NPR Scandal Reversal: The Raw Footage Shows Something Else
Sunday 13 March 2011
This just in….
When I wrote a piece the other day about a scandal rocking National Public Radio over “inappropriate” comments NPR fundraising executives make on edited hidden-camera footage, I wondered whether raw footage might provide some useful context. I did not know at the time that such raw footage was there to be scrutinized.
Thus, I was pleased to learn that a conservative news site, The Blaze, which might ordinarily be assumed would jump on the NPR-bashing, actually had someone go through and compare the two. Astonishingly, what Blaze found and was willing to report was that many of the edited comments were taken out of context. Why is this astonishing? Because, according to its website, “The Blaze is a news, information and opinion site brought to you by Glenn Beck and a dedicated team of writers, journalists & video producers.” Given that the NPR executives were represented in the edited video released by right-wing activists as unapologetic leftists and partisans, and sympathizers with Muslim extremists (with the resulting uproar causing several network officials to resign) it is especially interesting to see what this particular conservative website came up with.
Here’s my quick summary of The Blaze’s significant findings:
-Edited Video: NPR execs appear to approve of a Muslim Brotherhood connection to the prospective donors. Raw Video: the prospective donors downplay any Muslim Brotherhood connection, and make themselves sound moderate and reasonable.
-Edited Video: Narrator implies that the donors advocate extreme Muslim views (Sharia—associated in many people’s minds with brutal acts and behaviors) and the edited version shows an NPR exec reacting to this information with humor. Raw Video: NPR executive is acting jovially about something else: a mix-up in their restaurant reservation. (!)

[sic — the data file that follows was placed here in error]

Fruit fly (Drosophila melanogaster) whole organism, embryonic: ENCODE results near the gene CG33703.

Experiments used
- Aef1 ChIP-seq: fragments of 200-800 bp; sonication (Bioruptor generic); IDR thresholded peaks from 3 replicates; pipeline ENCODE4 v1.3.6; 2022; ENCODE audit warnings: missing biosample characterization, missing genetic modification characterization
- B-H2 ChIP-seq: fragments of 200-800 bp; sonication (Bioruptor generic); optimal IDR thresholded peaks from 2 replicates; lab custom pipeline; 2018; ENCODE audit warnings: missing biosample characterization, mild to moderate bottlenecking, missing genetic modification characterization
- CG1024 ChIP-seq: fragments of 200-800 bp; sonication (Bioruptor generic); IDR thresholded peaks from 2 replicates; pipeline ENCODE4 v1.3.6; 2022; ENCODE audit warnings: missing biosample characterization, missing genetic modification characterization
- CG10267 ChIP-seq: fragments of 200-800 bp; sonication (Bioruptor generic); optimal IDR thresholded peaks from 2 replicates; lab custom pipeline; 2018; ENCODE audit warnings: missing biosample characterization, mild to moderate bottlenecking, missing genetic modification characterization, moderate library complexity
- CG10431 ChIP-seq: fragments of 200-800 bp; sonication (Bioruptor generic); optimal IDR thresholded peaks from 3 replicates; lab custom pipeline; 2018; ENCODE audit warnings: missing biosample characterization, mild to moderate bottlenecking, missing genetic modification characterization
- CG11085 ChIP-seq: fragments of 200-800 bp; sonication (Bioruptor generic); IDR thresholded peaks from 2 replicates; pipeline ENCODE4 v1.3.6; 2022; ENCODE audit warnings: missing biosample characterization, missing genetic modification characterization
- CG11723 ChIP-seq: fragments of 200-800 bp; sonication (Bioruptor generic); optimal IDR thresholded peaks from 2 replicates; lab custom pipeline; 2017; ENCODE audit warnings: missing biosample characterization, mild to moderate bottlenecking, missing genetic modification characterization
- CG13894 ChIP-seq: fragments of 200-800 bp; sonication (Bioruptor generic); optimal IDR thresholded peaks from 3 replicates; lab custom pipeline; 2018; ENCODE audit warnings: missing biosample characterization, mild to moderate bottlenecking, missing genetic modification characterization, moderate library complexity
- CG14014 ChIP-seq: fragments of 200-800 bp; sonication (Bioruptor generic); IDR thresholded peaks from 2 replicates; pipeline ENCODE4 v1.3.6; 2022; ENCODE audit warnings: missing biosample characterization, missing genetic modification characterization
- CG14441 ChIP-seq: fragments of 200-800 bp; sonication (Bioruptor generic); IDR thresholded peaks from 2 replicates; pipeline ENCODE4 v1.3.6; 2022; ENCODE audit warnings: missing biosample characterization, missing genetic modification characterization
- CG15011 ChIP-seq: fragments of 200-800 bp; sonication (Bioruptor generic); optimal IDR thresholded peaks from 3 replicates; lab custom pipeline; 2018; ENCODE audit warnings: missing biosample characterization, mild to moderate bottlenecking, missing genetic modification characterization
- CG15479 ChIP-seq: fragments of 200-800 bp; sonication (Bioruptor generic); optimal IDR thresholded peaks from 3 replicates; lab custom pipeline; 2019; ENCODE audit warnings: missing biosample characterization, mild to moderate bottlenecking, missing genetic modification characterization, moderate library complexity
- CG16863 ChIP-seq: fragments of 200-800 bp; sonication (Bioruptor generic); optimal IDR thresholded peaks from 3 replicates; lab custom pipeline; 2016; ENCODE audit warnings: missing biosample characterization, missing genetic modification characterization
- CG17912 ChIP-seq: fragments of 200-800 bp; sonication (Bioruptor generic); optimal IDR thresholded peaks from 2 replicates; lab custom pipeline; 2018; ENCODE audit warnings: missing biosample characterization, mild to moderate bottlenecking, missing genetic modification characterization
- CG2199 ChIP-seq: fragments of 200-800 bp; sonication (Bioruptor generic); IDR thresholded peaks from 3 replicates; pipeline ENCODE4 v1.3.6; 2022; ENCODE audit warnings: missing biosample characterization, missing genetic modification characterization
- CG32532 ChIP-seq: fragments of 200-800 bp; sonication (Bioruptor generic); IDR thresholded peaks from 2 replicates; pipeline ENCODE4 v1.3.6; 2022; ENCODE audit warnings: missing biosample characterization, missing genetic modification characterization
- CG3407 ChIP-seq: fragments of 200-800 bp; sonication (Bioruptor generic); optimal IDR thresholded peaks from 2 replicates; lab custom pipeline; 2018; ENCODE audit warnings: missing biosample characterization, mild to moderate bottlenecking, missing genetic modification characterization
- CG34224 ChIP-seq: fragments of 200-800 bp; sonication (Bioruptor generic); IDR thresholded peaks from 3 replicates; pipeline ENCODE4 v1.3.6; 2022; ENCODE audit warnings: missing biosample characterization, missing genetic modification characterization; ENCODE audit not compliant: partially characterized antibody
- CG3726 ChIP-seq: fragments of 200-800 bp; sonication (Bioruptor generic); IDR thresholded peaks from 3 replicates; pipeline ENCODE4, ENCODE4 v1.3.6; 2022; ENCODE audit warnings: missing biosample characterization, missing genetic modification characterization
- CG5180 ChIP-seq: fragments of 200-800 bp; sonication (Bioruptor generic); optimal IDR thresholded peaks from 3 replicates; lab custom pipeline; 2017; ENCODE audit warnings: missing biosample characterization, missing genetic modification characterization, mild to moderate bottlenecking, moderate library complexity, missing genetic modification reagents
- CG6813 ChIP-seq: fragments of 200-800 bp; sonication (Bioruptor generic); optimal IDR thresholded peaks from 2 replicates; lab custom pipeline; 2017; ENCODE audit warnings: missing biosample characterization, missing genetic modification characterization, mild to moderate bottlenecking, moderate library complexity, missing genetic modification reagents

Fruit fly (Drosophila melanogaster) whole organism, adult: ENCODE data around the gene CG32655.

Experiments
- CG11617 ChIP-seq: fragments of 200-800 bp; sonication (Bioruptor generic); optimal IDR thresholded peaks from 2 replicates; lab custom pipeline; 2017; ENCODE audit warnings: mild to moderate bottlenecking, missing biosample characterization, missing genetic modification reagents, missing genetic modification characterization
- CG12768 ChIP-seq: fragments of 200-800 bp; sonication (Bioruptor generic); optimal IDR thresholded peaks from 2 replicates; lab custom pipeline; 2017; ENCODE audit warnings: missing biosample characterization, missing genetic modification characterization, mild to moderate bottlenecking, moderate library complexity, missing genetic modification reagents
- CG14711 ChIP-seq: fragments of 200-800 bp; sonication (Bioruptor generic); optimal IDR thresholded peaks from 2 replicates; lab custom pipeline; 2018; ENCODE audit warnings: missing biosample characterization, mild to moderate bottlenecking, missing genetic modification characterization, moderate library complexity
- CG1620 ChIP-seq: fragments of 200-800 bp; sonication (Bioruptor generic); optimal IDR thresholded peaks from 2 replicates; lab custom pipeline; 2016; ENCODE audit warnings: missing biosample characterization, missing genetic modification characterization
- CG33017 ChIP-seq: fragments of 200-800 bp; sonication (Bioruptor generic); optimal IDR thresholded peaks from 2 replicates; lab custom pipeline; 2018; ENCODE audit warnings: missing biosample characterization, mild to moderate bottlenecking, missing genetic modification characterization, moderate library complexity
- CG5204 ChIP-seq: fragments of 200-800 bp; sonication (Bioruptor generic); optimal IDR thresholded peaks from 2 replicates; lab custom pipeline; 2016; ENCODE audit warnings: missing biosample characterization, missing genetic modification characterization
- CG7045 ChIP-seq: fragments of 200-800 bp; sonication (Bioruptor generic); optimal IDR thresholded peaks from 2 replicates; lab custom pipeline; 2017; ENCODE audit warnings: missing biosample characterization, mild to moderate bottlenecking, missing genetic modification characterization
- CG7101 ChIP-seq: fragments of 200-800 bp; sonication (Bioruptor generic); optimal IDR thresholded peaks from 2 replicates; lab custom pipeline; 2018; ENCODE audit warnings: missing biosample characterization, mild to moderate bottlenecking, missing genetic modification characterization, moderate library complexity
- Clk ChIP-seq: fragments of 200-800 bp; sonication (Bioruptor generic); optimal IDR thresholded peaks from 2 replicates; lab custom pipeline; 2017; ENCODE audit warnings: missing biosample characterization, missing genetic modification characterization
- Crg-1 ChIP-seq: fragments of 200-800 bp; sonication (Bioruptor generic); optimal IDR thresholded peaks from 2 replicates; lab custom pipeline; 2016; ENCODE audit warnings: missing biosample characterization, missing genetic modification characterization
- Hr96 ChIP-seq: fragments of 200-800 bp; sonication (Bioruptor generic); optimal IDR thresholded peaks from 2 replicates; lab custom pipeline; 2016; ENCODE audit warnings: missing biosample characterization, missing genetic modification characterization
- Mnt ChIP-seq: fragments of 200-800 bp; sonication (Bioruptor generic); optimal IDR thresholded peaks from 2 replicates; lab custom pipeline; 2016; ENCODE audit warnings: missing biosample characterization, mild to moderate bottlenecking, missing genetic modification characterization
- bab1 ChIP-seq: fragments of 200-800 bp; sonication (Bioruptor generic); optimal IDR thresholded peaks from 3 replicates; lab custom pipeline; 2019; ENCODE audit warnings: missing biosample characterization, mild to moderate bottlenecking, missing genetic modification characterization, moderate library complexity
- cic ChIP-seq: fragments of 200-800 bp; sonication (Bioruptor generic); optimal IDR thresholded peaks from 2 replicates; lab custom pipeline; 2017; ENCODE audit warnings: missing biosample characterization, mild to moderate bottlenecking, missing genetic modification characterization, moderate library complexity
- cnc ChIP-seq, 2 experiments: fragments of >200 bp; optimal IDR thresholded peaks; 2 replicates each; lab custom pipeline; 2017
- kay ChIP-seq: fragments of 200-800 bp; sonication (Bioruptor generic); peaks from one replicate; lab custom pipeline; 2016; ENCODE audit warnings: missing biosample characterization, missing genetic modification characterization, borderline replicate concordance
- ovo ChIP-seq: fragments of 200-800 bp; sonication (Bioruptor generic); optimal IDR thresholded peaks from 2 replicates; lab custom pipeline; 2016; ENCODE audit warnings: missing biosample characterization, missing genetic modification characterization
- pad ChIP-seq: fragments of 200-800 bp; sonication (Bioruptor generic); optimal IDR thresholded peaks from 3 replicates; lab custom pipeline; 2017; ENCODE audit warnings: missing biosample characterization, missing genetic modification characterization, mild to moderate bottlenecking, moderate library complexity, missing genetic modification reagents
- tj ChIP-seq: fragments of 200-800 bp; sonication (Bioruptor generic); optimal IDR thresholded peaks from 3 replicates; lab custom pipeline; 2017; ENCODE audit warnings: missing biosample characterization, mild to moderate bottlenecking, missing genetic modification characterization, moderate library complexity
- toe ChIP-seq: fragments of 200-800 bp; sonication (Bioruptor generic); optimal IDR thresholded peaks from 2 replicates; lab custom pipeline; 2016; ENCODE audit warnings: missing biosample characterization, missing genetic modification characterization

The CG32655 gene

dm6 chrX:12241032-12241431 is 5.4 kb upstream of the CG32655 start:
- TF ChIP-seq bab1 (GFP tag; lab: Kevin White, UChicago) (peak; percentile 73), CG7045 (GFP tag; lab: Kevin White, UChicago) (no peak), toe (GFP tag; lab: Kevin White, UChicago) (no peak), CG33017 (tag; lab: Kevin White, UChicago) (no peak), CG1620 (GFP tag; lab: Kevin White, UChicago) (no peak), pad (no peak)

-Edited Video: Suggests NPR exec is against the GOP. Raw Video: NPR exec also talks about his affinity for the GOP and its traditional values.
-Edited Video: NPR exec appears to be criticizing the Tea Party. Raw Video: NPR exec is quoting two influential longtime Republicans’ complaints about how their party has been taken over by extreme elements, then personally agrees.
-Edited Video: NPR exec says liberals are more educated in general than conservatives. Raw Video: other NPR exec goes out of her way to favorably mention friends who watch Fox News.
Why is this information not in the mainstream media—and not on NPR? Why do we have to count on newer news sites—conservative, liberal , or neither— to learn this crucial information?
One hopes this is a sign of better times to come. For our part, at WhoWhatWhy , we’re similarly committed to showing, in any given situation, what we think was actually going on— rather than what we think you want to hear.
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